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Snakes Alive

De Palma and Cage craft a creepy thriller

Nicolas Cage has never seemed more dazzling than he does in the new Brian De Palma thriller Snake Eyes. Playing Rick Santoro, a corrupt Atlantic City cop who likes to think he's "everybody's friend," Cage for almost two continuous hours is boogying to his own inner beat. It's like watching a great jazz musician play a fantastically extended riff. The entire film takes its cue from Cage's spritzes and jags; it's a delirious performance in a delirious landscape.

The delirium begins with the first sequence -- an uninterrupted 20-minute tracking shot that follows Rick's sinuous glide through the Atlantic City Arena on the night of a heavyweight title fight. It's a showoffy scene, but Cage and De Palma have a lot to show off. As Rick moves up and down escalators and staircases, placing bets, rousting petty hoods, glad-handing the champ's entourage, we get his entire character in microcosm. He's a man for whom the gravies of power and corruption are a sweet sauce.

Rick isn't big-time; his gold chains and Hawaiian shirt tell you that. At least he knows he's small potatoes. He understands his limitations -- though he fancies running for mayor of Atlantic City. (That's small potatoes, too.) Still, within his own corrupt little fiefdom, Rick is a real rooster. He likes being a part of the charged-up action at a boxing championship because it boosts him into a frenzy. Making his rounds, he's almost ecstatically alive.

De Palma has worked with great actors before -- John Travolta and Michael Caine, for example -- but he's never had a performer as attuned to his high-flying flourishes as Cage. For De Palma, Cage is like the embodiment of his own rampant id. He's a wiggy harlequin; the fervor of the director's style completes him. Cage gives his character a wayward, complex emotionality. When Rick finds himself drawn into a murder investigation -- the visiting secretary of defense is assassinated during the fight, and the arena, with its thousands of suspects, is sealed off -- he changes before our eyes. Refusing at first to believe his best friend, Navy Commander Kevin Dunne (Gary Sinise), might be implicated, Rick startles himself by becoming a man of scruples. We're set up to watch a two-bit hustler, and we end up with a first-class hero.

When Rick is grilling the stony ex-champ (Stan Shaw) in his dressing room after the fight he clearly threw before the assassin's shots rang out, he puts it to him: "What did you get yourself into?" Rick here is still in his wheedling, high-on-the-hog mode; he enjoys rousting a champion. But later in the movie, the same question comes back on him. Rick is a man who believes, with some justification, that he's got the whole town wired. When the wiring breaks down, he's more than confused -- he's bereft. A murder conspirator taunts him by saying, "Don't give me that wounded look; you don't have the face for it," but the truth is, Rick does have the face for it. His goony wolfishness is spiritualized by pain -- and by the desire to do the right thing.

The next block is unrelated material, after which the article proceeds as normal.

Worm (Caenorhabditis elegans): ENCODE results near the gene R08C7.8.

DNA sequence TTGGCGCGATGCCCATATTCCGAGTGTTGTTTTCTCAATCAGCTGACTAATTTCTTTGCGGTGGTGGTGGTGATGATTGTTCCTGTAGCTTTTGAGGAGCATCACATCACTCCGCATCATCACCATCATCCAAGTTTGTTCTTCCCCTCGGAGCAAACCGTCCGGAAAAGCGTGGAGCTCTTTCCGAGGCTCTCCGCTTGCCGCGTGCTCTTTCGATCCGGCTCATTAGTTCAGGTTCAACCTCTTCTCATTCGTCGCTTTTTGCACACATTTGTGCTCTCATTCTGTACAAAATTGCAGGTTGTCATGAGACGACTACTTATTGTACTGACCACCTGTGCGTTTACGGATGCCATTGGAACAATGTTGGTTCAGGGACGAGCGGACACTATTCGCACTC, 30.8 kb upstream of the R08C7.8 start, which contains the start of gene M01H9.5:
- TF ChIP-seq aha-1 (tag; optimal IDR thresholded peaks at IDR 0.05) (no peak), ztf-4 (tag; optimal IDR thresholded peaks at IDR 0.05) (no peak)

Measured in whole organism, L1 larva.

Rick's counterpart, Kevin, is almost infernally implacable. Hired during the championship fight to guard the secretary, he's a military man closed off from the usual human sympathies. His tautness gives him a lizardly look, with slitted eyes and a wide, flat mouth. As a security officer, Kevin has the perfect countenance -- his face is secure even from himself. He's all barricade.

When this asp slithers through the pink and fuchsia hallways of an adjoining hotel in pursuit of a renegade suspect (Carla Gugino), De Palma is in his most fragrant element. Rick, unaware that Kevin is shadowing him, is also in pursuit, and for a while we seem to be watching a great big peekaboo hallucination. The visual game plan of Snake Eyes is voyeuristic but with a twist: The flashbacks to the events surrounding the assassination are replayed from three different people's viewpoints, and none of them connect. We're spies in a game in which we, too, are being hoodwinked. It's not only the flashbacks that seem suspect. Everything that we set eyes on has a heightened illusoriness.

De Palma has played these now-you-see-it-now-you-don't games many times before, and he still manages to make them electrifying. Lined up in a row, De Palma's fantasias are like recurring nightmares; they may vary in quality -- Snake Eyes ranks, I think, in the mid-range -- but in their deep-down dread they are all of a piece. The frights, the jabs of violence and carnality come at you like the sped-up, inevitable terrors in a delirium.

The disappointment in Snake Eyes is that, with Cage and everything else it has going for it, its fervor finally dissipates in a muddled, seemingly tossed-off denouement. De Palma has the ability to draw you so deeply into his netherworlds that ordinarily you don't mind the glitches and lapses -- the kinds of things that might bother you in more conventional thrillers. It was possible, for example, to enjoy his most recent film, Mission Impossible, even when it wasn't making a lick of sense, the set pieces were so good.

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